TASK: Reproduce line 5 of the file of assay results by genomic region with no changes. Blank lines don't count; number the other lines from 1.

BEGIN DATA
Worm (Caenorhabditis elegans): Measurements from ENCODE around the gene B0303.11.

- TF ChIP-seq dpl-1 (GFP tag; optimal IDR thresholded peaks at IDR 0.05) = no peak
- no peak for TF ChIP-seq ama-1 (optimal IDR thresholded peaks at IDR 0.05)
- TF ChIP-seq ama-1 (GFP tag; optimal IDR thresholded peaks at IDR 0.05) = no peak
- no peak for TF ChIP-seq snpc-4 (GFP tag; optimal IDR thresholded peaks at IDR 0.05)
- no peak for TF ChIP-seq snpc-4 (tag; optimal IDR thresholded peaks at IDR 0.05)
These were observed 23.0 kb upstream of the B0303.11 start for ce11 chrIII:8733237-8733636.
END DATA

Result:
- no peak for TF ChIP-seq snpc-4 (GFP tag; optimal IDR thresholded peaks at IDR 0.05)